Verses 10—13. "And Balak's anger was kindled" Sfc. Now the devil, represented by Balak, rages with anger, which is denoted by his "smiting his hands together," which was a gesture of anger, which is the case when his nefarious stratagems do not succeed. In the mean time, Balak had kept the mind of Balaam in the hope of gain, in order that he might, at length, infuse into him his deadly poison; wherefore he says, "/ thought to promote thee unto great honour; but lo! Jehovah hath kept thee back from honour:" he thus desired to excite Balaam to anger against Jehovah, that is, the Lord. Concerning Balaam's reply, see above; viz., "that he could not do either good or evil of his own heart;" by the hearty is here understood his own strength: it does not, however, appear whether Balaam was entirely depraved; but still it is evident that he was then in that state in which he desired to mix holy things with profane things, that is genuine sacrifices with the sacrifices of Balak." But Balak now expels Balaam, saying, "Flee thou to thy place."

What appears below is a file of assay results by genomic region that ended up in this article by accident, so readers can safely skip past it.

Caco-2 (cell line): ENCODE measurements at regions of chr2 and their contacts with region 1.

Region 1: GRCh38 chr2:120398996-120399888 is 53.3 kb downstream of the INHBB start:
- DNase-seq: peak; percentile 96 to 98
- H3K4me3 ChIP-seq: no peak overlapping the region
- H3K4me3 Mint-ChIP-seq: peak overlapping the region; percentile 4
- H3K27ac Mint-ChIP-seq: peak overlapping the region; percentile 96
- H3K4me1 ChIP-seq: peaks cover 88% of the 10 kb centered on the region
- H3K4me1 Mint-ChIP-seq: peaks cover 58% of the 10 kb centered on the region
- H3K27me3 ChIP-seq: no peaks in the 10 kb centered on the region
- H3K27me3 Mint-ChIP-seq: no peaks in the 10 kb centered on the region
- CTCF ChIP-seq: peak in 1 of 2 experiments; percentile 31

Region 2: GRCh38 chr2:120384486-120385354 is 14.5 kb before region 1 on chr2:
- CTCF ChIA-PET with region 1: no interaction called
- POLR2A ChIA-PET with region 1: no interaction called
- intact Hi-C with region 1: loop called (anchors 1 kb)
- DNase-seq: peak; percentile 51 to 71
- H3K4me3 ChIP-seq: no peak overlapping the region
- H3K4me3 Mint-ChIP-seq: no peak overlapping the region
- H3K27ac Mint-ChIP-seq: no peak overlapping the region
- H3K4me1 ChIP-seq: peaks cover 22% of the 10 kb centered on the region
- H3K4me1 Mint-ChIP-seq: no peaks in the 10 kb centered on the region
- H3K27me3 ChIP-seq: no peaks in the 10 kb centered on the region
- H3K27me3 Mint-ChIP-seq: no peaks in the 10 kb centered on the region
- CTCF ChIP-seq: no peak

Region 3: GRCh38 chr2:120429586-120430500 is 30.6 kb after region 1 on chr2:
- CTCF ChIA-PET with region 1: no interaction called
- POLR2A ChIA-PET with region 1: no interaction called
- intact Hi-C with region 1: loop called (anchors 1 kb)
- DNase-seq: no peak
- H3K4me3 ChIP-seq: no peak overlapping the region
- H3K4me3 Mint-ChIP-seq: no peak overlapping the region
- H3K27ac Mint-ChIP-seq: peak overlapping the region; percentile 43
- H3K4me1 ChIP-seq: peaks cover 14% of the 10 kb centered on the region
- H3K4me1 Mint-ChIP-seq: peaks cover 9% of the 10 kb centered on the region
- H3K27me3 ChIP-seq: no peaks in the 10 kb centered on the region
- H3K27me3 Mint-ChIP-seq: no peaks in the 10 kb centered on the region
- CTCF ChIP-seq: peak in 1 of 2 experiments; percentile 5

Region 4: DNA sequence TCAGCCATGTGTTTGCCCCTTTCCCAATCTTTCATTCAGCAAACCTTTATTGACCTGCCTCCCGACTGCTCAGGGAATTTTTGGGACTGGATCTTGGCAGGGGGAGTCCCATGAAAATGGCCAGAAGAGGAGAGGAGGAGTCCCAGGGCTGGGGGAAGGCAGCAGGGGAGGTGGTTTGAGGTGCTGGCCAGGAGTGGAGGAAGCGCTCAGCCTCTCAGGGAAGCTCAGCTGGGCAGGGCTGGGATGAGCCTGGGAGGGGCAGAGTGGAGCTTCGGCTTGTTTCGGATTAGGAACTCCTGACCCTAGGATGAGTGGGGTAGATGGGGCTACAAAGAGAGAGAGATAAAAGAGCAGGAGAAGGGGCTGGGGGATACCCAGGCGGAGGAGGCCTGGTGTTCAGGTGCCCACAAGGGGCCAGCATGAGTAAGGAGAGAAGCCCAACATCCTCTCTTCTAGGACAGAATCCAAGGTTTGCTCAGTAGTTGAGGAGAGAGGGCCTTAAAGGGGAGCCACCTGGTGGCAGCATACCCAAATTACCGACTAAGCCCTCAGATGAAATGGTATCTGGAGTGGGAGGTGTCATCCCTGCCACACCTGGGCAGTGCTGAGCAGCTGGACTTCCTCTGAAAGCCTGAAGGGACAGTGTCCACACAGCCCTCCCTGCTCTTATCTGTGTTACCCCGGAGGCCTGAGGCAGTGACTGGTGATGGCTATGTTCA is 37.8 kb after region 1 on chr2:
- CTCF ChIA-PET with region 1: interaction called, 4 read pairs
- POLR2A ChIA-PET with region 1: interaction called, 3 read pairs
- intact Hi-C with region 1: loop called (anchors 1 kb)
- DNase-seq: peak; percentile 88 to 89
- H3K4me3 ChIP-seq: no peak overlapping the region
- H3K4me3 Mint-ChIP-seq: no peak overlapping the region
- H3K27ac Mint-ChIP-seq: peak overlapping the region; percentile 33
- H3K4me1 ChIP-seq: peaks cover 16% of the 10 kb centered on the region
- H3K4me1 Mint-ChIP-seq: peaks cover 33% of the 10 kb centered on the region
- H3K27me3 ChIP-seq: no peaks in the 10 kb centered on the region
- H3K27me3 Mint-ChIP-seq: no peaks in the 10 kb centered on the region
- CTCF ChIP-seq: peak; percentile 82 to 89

Verses 13—16. Concerning these words see above; it is here, however, added, "Who knew the knowledge of the Most High." Balaam here describes God, who had spoken to him; for he "who knows the knowledge of the Most High," is the Lord alone, and the Holy Spirit; for the Holy Spirit proceeds from the Lord: "that the Holy Spirit searcheth all things, yea the deep, or hidden things of God, and revealeth them unto us";" See Paul (1 Cor. 2, 10.) Now after Balak had driven Balaam away, he prophecies still more openly in the following verses concerning the Lord.